Improving Legal Outcomes With Virtual Reality

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Posted: 1st September 2020 by
Toby Pettinger
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Training solutions in the legal sector are growing ever more advanced. The use of Virtual Reality technology as a learning aid no longer feels like science fiction.

Toby Pettinger, Managing Director at MXTreality, outlines the benefits the legal sector stands to gain by becoming an early adopter of virtual reality solutions.

Before we look at the benefits of training lawyers with Virtual Reality and what’s possible, it’s important to first explain what we mean by the term and define what it is and what it is not. Most people think they understand what Virtual Reality is, but tend to use the term as a catch-all descriptor for Virtual, Augmented and Mixed Reality solutions.

Augmented Reality (AR) adds digital elements to the live view being experienced, typically by using the camera on a smartphone, like searching for virtual Pokemon Go characters in the real world.

Virtual Reality (VR) requires a totally immersive experience that typically replaces the world entirely, with headsets transporting users into a number of real-world and designed environments.

Mixed Reality (MR) combines elements of both AR and VR with scenarios that integrate real-world and digital objects to deliver realistic experiences.

The drive for realism in virtual worlds

The leading advocates in the sector now talk of ‘immersive environments’, which require more than just visual realism and include spatial sound, touch, motion and even heat/cold to increase the realism for trainees.

A totally immersive environment requires as many senses as possible to be stimulated, as recognised by Jonathan Steuer in his 1993 paper Defining Virtual Reality: Dimensions Determining Telepresence. This sense of immersion within a created environment, where the viewer not only sees but interacts with objects, is critical to the suspension of disbelief and ultimately the quality of the outcome, whether it’s for entertainment or learning.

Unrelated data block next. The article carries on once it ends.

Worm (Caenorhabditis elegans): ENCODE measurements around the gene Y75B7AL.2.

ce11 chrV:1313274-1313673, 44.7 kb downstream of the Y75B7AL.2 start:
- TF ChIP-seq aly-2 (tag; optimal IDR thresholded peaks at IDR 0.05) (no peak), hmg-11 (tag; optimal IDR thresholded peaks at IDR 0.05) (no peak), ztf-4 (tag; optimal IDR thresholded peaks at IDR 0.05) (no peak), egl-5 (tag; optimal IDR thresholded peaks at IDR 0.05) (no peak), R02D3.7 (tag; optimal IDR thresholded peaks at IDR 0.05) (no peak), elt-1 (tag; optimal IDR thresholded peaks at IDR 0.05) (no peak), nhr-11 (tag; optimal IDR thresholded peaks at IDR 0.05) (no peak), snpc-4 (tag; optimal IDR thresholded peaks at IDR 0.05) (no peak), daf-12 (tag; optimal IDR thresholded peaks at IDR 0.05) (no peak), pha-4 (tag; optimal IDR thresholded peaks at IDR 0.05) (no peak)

The leading advocates in the sector now talk of ‘immersive environments’, which require more than just visual realism.

The desire to create totally immersive MR environments is not just driven by a need to create scenarios difficult or dangerous to achieve in the real world, but to improve the training of skills already well-catered for with traditional methods. The construction industry has been one of the early adopters, recognising the benefit of safe, cost-effective, endlessly repeatable in virtual reality training for potentially dangerous situations, like crane operations, learning to drive a telehandler or spotting on-site hazards.

VR training delivers better learning outcomes

The idea of Virtual Reality as a training aid, not just to supplement but replace more traditional training methods is gaining wider acceptance, like the way surgeons practice their skills before they meet live patients.

Studies like the “Randomized, Controlled Trial of a Virtual Reality Tool to Teach Surgical Technique for Tibial Shaft Fracture Intramedullary Nailing”, show what’s possible when VR training scenarios are expertly constructed.

Last year’s study at the University of California, Los Angeles School of Medicine divided 20 participants into two groups, one to receive traditional training and the other VR training. Once training was complete, the participants repaired a fracture in the tibia of an artificial model, with the results graded by an expert observer with no knowledge of the training each surgeon received. Compared to those traditionally trained, the VR trained participants achieved an overall rating 230% higher, finishing 20% faster and completing 38% more of the steps set out in a checklist.